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The Truth About Me & IBD: Part One

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Anyone with IBD – whether they have Crohn’s disease or ulcerative colitis, whether they have a stoma, a J-pouch or all their insides intact, it doesn’t matter, we’ve all been in a situation where we’ve wanted the ground to swallow us up at some point, right? I mean, IBD is super embarrassing. It’s undignified. It’s painful, it’s disconcerting, it’s destructive, it’s stinky, it’s even more embarrassing than it was five seconds ago when I first typed ’embarrassing’. It’s a truly horrible disease. While our friends and family might be supportive of those of us inflicted with rotten insides, they will never truly get it.

One of the reasons that people don’t understand what we go through is that we probably don’t actually tell them. I mean, not in detail. That’s because the details are pretty grim and most of us (myself excepted) are too polite to talk about what’s going on within our intestines, never mind what comes out of them. So here it is: part one of a ‘this is the truth about you, me & IBD’. Feel free to share the link with your nearest and dearest. You might find they no longer find it weird that you cancel social activities at the last minute, or ask more questions than an SS interrogator when deciding whether or not to go to the zoo or out for lunch. Who knows, you might even get a biscuit out of it.

Brace yourself, for your bottom is about to become public property
No word of a lie. When we see our gastro consultant, not only do we have to be frank about how many times a day we go to the toilet and whether or not our stools are actually stools (or more like stagnant pond water, which is how I’ve described my ‘output’ in the past) we also have to put up with rectal examinations on a regular basis. I must have heard the line ‘OK Juliette, please draw your knees up to your chest and try to relax’ more times than I care to remember. Try to relax? You’re about to insert a plastic tube up my backside and INTO MY INTESTINES, you’re not handing me a cappuccino and a Vogue menthol. I am literally as far removed from relaxed as is possible right now. UGH.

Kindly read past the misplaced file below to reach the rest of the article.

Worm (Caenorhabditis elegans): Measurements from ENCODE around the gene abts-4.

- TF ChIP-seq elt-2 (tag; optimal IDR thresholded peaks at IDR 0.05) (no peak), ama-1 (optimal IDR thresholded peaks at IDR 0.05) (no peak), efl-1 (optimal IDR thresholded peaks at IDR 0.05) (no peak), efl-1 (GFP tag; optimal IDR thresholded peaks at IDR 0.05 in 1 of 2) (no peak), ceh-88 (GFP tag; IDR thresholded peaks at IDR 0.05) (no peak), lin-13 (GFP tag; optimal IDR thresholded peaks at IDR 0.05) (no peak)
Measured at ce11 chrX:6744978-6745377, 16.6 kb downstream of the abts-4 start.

Bring me this if you want me to relax, maybe

Bring me this if you want me to relax, maybe

I always say, ‘This is horrible for me. I mean, REALLY horrible. But you went to medical school for, like, 45 years and your reward is to spend your days sticking your fingers up diseased bottoms all day long. Er, you lose!’

You will ALWAYS need the toilet at the most inconvenient time
A few months after stoma surgery I went on ‘holiday’ to southern Ireland. I say ‘holiday’ in inverted commas because it was cold, wet and the food was so dreadful I thought I’d gone back to the seventies. Still, my boyfriend and I were staying in a nice little bed and breakfast place, so it wasn’t all bad. Or was it?

There I was, gaily helping myself to muesli, toast and orange juice at 9.00am before we set off on a nice drive through the countryside. An hour later and we’re halfway up a mountain when I suddenly feel a warm, heavy sensation in my groin, as though a cat has just climbed onto my lap.  I look down and see that my ileostomy bag is about to explode. ‘My bag’s about to explode!’ I said, in a panic, ‘Stop the ruddy car!’

We pulled over and I crouched down and emptied my bag behind a rock while my boyfriend busied himself looking at trees and stuff. I heard a ‘baa’ sound and looked up to see a flock of sheep giving me the stink eye.

'Excuse me, you can't do that here!'

‘Excuse me, you can’t do that here!’

When you need to go, you need to go, and I’m still surprised that the bag didn’t just fall off, so weighted was it with semi-digested oats and soya milk and toast and flipping raisins. Ugh.

muesli

This stuff weighs a TONNE when it’s wet – who knew?

A few weeks later I was in the toilet at a rock ‘n’ roll club when the power went off.  I was midway through emptying my ileostomy bag and no, I did not have a torch in my pocket and no again, I could not use the torch facility on my iPhone because it was 2002 and no such thing existed. To add to the fun, I had just noticed that there was no toilet paper. I sat in the pitch dark for 25 minutes with my bag dangling between my thighs, my dinner gloop slowly dripping into the toilet bowl until someone got the back-up generator working, I yelled for assistance and someone else brought me some toilet paper.